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Loons are returning to Northern Michigan

A loon
A loon

Loons are migrating to their northern summer homes after spending the winter in the Gulf Coast.

In northern Michigan, it is time to hear the famed call of the Loon again.

When cold weather strikes in October, the Common Loon migrates south to the Golf Coast. They stay there until the lakes thaw in the spring. Their northern migration typically occurs in April.

Luanne Jaruzel is the Michigan Loon Preservation Association membership chairmen and secretary. She said Loons just know when it’s time to head north.

Jaruzel said, "they'll come back as soon as the lake start to thaw. And it's pretty amazing. It's like, built into their brain. I don't know how they know. The day the ice leaves, they show up...most of our rangers report the day their lake thaws out, the loons will be there within one or two days."

Loons are territorial animals, according to Jaruzel. They head to the same lake each year, and they mate with the same partner each year.

Jaruzel said, "They'll go to their same lake each year. The chicks come back when they're about three years old... They will often come back to the lake they were hatched on, but the parents will chase them off because that's their territory... If there's a lake suitable within about 20 miles of the lake they were hatched on, they'll pick that if it's not already claimed by another loon."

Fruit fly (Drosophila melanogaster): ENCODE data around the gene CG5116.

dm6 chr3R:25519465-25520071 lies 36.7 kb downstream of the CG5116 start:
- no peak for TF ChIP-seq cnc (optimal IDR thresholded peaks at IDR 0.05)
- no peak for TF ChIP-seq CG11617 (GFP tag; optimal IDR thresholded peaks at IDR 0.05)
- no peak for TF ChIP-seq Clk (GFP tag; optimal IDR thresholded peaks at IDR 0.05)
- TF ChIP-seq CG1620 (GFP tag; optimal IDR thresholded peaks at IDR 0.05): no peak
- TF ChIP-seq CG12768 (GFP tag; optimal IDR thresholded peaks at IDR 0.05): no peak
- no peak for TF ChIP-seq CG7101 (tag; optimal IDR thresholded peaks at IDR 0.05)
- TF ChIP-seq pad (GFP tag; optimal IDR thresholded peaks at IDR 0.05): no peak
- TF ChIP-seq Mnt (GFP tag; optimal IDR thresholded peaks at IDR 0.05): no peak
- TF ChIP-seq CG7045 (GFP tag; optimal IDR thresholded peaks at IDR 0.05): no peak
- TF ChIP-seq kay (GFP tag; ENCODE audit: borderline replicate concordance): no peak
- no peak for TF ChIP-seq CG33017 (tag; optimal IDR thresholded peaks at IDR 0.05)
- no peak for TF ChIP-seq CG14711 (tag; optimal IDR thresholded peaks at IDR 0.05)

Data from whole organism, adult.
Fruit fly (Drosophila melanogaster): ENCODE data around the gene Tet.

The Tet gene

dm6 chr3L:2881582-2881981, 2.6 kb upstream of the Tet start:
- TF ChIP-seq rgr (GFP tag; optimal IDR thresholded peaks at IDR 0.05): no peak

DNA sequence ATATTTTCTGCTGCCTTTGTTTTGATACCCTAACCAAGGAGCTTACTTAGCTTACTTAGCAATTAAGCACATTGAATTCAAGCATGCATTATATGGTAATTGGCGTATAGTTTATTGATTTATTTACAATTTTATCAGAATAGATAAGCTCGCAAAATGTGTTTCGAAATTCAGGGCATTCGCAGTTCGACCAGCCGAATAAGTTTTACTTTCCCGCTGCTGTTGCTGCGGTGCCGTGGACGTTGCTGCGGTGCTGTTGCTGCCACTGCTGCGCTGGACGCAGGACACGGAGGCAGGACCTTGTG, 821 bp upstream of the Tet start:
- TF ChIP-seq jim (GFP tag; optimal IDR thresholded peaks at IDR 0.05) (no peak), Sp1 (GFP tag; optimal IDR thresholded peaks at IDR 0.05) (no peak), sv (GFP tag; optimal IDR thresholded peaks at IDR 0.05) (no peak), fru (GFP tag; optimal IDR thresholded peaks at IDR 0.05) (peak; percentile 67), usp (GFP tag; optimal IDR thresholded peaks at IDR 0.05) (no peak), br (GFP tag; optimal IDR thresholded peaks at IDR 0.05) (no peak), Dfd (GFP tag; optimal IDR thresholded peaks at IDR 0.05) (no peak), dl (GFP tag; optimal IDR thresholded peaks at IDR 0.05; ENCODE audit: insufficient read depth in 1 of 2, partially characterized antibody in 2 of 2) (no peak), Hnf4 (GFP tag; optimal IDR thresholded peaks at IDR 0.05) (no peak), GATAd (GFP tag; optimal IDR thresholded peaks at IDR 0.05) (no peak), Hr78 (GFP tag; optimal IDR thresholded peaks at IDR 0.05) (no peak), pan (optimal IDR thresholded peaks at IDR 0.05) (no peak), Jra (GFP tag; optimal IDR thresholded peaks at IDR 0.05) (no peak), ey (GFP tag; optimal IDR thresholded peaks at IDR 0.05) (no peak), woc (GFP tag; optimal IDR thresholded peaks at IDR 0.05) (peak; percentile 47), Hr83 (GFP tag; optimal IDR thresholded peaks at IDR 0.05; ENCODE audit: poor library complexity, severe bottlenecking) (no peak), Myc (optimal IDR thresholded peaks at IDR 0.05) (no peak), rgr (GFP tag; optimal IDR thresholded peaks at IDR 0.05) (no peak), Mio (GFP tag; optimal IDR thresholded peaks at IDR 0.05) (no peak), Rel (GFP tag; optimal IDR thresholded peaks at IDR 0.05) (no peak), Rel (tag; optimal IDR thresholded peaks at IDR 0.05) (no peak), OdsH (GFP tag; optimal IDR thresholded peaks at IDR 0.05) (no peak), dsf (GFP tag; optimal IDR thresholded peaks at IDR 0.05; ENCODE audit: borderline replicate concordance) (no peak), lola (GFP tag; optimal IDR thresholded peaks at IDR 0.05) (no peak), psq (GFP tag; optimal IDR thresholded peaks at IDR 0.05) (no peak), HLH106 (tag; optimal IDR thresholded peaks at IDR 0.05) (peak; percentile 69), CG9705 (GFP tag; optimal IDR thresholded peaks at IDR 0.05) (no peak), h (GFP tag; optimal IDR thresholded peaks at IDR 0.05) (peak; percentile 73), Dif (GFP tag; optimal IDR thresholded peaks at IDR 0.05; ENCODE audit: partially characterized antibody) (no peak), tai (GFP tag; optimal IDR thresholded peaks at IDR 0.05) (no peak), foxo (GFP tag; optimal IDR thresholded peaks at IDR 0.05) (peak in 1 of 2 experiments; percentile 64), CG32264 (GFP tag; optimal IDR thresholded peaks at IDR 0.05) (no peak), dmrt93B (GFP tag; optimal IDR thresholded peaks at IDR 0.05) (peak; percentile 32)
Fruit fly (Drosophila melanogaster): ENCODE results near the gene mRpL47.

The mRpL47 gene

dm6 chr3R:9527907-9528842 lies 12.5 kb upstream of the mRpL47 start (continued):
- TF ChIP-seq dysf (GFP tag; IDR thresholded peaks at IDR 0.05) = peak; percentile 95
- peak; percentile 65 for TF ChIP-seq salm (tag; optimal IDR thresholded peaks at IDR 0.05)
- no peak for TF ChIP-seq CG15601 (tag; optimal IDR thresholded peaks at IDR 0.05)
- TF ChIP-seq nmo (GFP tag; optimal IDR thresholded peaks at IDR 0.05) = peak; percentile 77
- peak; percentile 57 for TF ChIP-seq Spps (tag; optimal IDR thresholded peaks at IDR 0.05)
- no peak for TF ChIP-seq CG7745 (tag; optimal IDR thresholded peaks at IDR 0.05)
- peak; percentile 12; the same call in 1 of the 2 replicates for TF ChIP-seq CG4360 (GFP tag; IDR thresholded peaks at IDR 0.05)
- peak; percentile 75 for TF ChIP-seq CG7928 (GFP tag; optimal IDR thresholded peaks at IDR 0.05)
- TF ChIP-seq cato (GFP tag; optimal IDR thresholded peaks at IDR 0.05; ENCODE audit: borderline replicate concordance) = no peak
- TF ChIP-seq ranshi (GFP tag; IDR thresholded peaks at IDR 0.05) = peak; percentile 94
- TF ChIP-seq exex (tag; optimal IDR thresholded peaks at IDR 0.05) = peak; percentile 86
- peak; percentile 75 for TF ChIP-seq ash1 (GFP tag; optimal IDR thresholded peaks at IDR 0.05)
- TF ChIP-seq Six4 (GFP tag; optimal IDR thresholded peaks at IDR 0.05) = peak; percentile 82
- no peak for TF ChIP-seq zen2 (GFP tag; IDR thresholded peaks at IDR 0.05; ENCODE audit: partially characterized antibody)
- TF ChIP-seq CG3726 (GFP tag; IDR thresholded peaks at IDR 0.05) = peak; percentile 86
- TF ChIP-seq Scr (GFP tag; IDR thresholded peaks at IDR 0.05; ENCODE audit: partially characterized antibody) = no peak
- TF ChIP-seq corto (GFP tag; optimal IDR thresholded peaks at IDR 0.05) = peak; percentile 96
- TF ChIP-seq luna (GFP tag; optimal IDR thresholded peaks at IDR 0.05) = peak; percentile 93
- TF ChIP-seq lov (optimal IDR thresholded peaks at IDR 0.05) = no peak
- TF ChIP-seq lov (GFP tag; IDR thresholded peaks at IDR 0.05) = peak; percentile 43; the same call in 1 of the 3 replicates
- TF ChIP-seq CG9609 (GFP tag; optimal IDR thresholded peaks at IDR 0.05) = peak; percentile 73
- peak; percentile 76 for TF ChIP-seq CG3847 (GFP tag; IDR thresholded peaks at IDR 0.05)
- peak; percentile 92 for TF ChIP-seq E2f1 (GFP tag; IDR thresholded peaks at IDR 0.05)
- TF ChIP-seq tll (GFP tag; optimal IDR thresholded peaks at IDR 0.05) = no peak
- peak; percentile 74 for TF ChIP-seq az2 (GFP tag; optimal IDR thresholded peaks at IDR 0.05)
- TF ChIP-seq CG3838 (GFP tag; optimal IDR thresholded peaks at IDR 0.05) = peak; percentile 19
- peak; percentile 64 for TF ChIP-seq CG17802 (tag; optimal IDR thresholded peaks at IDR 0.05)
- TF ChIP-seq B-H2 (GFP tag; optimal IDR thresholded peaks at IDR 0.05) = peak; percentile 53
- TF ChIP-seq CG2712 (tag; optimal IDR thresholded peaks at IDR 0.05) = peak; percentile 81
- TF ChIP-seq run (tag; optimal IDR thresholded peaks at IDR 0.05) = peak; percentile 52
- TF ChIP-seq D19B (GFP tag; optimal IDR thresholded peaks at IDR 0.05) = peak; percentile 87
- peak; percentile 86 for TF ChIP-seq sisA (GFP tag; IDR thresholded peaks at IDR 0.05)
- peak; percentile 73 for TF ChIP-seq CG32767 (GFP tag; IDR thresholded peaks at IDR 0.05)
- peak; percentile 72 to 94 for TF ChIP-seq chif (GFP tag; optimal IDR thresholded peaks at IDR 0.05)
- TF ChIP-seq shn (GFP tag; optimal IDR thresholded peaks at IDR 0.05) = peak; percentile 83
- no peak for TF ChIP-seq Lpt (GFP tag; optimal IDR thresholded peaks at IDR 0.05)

In Michigan, Loons are most common in the Upper Peninsula and in the northern portion of the Lower Peninsula. The best chances during the spring to spot a loon are during dawn and dusk. However, once summer hits, loons can be seen during all hours of the day. Jaruzel said the best lakes to see loons on are large lakes with clear water and fish.

It's important to note that if you spot a loon you should keep your distance. The birds are easily scared, and if they leave their nests, it could leave their eggs exposed to predators.

Jaruzel said, "they're skittish for one thing... If [people] see one on a nest, they need to keep their distance. Like 200 feet away or more is recommended. Because if they leave the nest, that leaves it unguarded...Loons don't have a successful mating until they're four or five years old. So it's not like every year they're laying eggs. Once they can even try, loons only lay one or two eggs at a time."

If you want to learn more about the Michigan Loon Preservation Association, or the Common Loon, head to

Ella Pierzecki is a freshman at Central Michigan University. She is majoring in Broadcast and Cinematic Arts and minoring in Journalism and Political Science. Ella is from Canton, Michigan where she loves to play with her dog. She is a huge baseball fan and loves cheering on the Detroit Tigers. At WCMU, Ella is excited to meet new people and develop her skills in journalism.